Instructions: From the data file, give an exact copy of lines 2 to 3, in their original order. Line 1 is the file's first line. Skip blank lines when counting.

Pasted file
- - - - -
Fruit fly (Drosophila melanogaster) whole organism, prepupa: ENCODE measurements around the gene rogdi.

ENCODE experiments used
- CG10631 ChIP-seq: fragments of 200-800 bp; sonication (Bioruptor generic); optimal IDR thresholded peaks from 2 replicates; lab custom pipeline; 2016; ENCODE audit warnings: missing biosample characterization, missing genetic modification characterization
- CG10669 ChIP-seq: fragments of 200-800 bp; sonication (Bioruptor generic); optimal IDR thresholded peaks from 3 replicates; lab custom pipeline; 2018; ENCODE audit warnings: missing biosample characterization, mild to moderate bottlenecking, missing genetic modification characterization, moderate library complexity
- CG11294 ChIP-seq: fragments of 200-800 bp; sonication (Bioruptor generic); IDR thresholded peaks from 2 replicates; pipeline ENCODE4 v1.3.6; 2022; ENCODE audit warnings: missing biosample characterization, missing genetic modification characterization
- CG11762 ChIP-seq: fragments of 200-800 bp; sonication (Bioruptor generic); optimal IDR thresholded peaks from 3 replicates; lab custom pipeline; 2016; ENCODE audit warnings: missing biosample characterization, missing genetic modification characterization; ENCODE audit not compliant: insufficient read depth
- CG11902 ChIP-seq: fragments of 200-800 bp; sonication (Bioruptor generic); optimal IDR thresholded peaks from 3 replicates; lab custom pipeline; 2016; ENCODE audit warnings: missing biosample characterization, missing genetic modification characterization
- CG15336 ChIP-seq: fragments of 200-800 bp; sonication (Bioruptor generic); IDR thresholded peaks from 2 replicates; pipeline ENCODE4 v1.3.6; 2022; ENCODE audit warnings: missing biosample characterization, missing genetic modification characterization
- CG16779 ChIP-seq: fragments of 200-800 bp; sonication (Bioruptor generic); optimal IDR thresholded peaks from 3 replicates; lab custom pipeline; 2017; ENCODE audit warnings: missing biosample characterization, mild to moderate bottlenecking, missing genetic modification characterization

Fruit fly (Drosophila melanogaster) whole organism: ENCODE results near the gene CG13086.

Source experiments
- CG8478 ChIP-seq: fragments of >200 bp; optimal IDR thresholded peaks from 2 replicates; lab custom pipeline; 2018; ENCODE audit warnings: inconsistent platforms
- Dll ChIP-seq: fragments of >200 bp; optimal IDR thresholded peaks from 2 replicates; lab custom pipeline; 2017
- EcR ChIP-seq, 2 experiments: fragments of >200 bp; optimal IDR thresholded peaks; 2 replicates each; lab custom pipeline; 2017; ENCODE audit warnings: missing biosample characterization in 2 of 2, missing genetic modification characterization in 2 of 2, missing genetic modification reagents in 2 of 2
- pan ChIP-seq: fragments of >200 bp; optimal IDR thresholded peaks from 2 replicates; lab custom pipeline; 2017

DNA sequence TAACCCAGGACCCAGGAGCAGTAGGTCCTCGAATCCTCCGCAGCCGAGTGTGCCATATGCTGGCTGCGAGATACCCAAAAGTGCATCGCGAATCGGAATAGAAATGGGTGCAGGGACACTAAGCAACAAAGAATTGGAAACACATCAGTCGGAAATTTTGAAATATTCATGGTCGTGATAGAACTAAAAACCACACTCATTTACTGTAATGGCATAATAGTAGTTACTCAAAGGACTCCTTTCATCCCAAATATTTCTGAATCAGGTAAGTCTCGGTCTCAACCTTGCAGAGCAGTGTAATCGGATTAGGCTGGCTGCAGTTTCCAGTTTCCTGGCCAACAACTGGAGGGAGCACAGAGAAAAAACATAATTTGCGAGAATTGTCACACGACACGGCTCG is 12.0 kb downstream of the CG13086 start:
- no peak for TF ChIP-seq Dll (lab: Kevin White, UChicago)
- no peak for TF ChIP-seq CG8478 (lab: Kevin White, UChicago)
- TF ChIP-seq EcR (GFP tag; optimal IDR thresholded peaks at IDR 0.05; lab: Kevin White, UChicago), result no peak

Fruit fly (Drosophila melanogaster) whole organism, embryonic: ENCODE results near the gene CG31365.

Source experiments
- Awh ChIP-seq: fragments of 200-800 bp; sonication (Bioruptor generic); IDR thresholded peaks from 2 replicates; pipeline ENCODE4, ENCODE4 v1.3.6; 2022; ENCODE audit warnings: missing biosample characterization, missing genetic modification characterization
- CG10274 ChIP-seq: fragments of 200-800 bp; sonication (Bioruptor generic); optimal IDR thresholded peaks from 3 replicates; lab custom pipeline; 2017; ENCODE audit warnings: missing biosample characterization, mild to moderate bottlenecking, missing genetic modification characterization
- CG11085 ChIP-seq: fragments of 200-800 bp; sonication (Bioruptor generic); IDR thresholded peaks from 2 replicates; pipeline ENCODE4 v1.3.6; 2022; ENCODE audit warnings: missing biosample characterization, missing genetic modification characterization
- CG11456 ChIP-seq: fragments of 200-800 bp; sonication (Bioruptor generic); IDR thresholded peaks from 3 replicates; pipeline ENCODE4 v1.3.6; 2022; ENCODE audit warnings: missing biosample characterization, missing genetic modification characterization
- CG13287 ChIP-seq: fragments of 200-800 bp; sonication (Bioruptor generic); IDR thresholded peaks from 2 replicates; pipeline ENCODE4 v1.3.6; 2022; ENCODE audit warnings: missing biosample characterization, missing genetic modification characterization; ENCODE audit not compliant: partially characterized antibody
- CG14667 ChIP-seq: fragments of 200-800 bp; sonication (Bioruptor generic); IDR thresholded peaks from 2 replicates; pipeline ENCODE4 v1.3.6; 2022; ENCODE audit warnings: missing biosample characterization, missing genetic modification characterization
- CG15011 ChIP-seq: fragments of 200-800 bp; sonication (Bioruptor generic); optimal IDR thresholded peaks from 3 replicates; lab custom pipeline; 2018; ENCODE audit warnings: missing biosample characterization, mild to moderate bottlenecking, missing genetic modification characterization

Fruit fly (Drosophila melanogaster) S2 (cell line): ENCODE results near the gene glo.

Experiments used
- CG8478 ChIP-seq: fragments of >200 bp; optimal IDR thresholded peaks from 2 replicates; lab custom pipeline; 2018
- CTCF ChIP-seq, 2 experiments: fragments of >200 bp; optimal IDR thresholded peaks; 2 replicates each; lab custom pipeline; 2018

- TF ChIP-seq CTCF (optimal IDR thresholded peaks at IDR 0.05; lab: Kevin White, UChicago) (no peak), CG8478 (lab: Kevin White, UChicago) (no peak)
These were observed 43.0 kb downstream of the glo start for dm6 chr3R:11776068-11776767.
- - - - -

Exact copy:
ENCODE experiments used
- CG10631 ChIP-seq: fragments of 200-800 bp; sonication (Bioruptor generic); optimal IDR thresholded peaks from 2 replicates; lab custom pipeline; 2016; ENCODE audit warnings: missing biosample characterization, missing genetic modification characterization